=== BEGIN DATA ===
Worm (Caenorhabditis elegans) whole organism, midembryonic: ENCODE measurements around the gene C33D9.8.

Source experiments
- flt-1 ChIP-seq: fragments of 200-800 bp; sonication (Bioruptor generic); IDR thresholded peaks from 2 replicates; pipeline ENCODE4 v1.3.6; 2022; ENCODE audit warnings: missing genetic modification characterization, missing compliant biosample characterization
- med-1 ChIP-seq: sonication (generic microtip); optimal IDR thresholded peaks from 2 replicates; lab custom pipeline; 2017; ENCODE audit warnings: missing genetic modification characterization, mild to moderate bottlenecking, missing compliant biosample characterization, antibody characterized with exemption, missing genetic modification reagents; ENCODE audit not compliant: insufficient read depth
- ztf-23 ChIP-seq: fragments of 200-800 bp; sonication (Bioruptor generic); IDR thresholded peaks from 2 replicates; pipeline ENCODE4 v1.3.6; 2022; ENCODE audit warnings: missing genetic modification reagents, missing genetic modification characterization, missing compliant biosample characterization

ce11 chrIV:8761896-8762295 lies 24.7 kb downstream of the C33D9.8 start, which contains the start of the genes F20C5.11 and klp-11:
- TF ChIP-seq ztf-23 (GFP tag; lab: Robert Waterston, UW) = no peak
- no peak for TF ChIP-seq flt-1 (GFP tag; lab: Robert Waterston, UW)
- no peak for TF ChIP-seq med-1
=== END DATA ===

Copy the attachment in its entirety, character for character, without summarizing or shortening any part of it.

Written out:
Worm (Caenorhabditis elegans) whole organism, midembryonic: ENCODE measurements around the gene C33D9.8.

Source experiments
- flt-1 ChIP-seq: fragments of 200-800 bp; sonication (Bioruptor generic); IDR thresholded peaks from 2 replicates; pipeline ENCODE4 v1.3.6; 2022; ENCODE audit warnings: missing genetic modification characterization, missing compliant biosample characterization
- med-1 ChIP-seq: sonication (generic microtip); optimal IDR thresholded peaks from 2 replicates; lab custom pipeline; 2017; ENCODE audit warnings: missing genetic modification characterization, mild to moderate bottlenecking, missing compliant biosample characterization, antibody characterized with exemption, missing genetic modification reagents; ENCODE audit not compliant: insufficient read depth
- ztf-23 ChIP-seq: fragments of 200-800 bp; sonication (Bioruptor generic); IDR thresholded peaks from 2 replicates; pipeline ENCODE4 v1.3.6; 2022; ENCODE audit warnings: missing genetic modification reagents, missing genetic modification characterization, missing compliant biosample characterization

ce11 chrIV:8761896-8762295 lies 24.7 kb downstream of the C33D9.8 start, which contains the start of the genes F20C5.11 and klp-11:
- TF ChIP-seq ztf-23 (GFP tag; lab: Robert Waterston, UW) = no peak
- no peak for TF ChIP-seq flt-1 (GFP tag; lab: Robert Waterston, UW)
- no peak for TF ChIP-seq med-1